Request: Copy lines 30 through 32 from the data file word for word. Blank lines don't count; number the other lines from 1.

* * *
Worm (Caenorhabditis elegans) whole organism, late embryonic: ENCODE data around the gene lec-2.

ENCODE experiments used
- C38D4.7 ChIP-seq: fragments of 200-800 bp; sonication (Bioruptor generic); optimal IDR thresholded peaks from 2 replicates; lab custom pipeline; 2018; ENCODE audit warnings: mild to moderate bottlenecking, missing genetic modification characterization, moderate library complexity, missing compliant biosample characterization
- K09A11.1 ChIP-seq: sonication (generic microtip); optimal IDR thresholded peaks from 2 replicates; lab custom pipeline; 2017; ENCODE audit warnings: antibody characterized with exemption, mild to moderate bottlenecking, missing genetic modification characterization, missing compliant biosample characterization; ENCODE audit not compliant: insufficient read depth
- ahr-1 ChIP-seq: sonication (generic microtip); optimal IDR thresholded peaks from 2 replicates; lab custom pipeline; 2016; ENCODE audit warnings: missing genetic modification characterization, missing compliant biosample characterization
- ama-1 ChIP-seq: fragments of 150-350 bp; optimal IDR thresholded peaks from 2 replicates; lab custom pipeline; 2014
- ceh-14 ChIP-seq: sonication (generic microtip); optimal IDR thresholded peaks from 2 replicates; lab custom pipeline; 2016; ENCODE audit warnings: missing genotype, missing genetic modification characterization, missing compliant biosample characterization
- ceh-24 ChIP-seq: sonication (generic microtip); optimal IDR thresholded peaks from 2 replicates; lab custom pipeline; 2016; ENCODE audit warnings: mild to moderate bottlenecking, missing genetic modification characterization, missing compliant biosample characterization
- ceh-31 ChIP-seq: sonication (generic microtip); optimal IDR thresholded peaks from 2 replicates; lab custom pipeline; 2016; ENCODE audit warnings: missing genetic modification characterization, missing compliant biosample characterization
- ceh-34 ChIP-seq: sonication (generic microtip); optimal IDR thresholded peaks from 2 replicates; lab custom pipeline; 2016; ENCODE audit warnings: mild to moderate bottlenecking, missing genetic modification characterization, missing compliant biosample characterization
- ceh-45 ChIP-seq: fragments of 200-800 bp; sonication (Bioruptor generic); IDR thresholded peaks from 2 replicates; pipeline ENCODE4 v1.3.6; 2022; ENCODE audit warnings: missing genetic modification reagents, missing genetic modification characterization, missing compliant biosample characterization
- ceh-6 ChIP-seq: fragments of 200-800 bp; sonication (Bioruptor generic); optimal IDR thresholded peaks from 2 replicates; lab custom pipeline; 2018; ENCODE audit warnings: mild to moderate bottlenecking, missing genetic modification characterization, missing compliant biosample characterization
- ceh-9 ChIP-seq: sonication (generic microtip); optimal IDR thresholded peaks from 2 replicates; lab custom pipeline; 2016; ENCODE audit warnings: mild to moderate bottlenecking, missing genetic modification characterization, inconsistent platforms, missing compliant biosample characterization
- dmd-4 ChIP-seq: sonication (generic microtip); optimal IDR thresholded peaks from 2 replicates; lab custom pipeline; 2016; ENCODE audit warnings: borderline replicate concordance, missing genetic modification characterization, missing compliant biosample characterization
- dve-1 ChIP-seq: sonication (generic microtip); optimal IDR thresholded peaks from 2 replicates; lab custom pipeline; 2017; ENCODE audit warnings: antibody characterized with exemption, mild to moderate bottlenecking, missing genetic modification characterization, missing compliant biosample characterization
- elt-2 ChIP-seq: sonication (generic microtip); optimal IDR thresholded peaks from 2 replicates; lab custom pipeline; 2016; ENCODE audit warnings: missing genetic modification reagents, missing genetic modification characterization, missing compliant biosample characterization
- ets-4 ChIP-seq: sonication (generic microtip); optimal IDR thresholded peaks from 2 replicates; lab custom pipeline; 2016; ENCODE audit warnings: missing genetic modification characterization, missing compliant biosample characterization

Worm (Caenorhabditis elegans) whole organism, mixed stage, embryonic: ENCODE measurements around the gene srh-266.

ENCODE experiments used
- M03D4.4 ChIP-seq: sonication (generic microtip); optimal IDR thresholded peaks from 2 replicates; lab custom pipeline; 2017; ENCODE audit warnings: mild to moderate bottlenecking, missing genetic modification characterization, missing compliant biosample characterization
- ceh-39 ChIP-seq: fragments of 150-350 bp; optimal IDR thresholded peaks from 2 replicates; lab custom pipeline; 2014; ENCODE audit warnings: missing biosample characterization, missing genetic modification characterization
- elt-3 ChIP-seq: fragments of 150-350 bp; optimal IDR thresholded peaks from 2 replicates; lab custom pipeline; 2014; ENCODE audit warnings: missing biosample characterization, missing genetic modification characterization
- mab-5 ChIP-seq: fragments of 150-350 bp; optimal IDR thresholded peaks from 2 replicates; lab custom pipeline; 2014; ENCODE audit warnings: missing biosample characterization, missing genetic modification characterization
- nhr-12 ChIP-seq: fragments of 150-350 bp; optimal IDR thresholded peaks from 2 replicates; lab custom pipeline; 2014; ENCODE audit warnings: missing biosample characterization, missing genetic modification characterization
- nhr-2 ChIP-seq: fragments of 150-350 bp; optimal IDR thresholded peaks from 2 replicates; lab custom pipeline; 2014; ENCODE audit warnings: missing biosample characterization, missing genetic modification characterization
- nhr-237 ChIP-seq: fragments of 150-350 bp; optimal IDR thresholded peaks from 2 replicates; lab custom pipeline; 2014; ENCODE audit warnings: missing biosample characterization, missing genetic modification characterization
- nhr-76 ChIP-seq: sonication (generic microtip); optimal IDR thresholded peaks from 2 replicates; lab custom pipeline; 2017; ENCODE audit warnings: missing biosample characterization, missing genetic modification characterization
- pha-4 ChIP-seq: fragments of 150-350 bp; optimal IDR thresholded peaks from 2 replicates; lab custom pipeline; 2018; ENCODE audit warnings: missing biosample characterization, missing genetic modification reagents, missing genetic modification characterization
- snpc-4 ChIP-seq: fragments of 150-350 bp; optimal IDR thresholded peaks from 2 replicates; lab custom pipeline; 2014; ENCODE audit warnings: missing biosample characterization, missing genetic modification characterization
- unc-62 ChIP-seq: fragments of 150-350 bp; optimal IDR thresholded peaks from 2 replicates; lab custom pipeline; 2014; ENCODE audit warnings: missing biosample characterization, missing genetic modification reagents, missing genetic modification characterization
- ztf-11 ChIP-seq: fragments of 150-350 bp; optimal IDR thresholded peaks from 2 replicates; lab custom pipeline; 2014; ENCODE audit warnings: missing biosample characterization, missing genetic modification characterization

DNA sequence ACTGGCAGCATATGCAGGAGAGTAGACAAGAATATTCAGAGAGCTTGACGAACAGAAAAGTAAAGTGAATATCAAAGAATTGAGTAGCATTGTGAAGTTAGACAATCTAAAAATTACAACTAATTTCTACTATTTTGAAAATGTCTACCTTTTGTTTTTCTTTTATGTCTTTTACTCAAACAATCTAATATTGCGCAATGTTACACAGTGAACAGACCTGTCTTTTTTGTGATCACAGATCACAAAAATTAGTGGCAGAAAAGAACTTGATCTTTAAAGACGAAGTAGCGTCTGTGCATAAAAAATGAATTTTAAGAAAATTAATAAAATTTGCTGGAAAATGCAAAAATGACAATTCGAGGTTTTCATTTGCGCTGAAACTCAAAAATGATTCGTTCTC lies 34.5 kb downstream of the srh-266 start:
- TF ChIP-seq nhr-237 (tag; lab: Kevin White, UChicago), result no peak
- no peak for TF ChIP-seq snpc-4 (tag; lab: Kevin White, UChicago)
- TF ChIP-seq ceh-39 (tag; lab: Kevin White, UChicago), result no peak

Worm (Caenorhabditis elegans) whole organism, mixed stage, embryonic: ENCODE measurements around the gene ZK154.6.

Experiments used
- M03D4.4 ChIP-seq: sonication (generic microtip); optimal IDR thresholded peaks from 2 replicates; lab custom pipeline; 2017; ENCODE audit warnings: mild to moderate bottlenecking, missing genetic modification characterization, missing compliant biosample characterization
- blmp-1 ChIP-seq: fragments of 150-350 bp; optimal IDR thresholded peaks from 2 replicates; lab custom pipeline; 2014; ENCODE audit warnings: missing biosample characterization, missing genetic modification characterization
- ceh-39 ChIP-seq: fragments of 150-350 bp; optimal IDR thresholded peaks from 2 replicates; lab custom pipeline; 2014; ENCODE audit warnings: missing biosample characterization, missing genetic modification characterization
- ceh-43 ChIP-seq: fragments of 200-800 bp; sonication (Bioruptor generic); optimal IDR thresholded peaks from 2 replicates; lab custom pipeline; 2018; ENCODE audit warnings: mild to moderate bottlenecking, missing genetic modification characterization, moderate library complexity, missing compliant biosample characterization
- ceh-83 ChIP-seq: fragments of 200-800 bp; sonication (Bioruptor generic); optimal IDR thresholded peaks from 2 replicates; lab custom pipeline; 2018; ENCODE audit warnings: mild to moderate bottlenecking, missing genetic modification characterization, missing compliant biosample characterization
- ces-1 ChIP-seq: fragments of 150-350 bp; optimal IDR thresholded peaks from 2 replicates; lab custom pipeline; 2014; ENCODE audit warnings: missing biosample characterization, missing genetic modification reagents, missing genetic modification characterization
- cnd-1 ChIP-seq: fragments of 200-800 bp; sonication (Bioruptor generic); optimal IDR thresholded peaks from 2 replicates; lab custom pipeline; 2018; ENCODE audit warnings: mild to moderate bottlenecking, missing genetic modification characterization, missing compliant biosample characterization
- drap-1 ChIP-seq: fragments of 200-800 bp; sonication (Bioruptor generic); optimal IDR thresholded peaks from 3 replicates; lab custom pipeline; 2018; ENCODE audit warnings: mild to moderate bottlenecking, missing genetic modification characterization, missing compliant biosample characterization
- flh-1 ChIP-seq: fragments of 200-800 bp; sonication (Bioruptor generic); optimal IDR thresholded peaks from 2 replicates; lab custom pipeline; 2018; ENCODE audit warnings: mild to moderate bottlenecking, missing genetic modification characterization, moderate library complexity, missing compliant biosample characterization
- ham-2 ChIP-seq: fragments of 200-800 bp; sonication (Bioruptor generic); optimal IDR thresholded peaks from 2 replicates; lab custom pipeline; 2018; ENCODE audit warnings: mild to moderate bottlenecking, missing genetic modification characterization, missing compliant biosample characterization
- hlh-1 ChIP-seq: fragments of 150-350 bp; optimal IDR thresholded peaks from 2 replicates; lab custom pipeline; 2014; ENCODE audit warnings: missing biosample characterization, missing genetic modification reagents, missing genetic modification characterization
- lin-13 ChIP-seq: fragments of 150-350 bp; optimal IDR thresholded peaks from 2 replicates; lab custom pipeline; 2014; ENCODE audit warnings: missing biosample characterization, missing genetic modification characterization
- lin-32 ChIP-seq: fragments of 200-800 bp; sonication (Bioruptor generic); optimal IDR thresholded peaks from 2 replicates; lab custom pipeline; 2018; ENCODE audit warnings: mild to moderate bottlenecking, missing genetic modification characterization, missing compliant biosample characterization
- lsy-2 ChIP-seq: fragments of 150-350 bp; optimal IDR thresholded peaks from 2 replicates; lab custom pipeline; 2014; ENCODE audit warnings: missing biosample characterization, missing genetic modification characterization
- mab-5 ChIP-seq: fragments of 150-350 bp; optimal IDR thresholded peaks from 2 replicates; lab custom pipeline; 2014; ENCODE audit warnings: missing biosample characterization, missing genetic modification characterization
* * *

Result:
- unc-62 ChIP-seq: fragments of 150-350 bp; optimal IDR thresholded peaks from 2 replicates; lab custom pipeline; 2014; ENCODE audit warnings: missing biosample characterization, missing genetic modification reagents, missing genetic modification characterization
- ztf-11 ChIP-seq: fragments of 150-350 bp; optimal IDR thresholded peaks from 2 replicates; lab custom pipeline; 2014; ENCODE audit warnings: missing biosample characterization, missing genetic modification characterization

DNA sequence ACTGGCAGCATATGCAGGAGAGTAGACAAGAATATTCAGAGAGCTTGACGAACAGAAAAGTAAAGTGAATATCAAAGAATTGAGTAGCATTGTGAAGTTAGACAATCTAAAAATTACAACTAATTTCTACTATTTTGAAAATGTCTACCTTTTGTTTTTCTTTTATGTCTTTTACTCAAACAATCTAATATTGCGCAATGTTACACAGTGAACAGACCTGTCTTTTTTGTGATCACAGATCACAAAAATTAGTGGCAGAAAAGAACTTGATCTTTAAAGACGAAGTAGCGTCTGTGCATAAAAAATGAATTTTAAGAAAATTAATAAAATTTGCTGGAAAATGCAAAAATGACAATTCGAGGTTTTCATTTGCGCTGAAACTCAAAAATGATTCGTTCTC lies 34.5 kb downstream of the srh-266 start: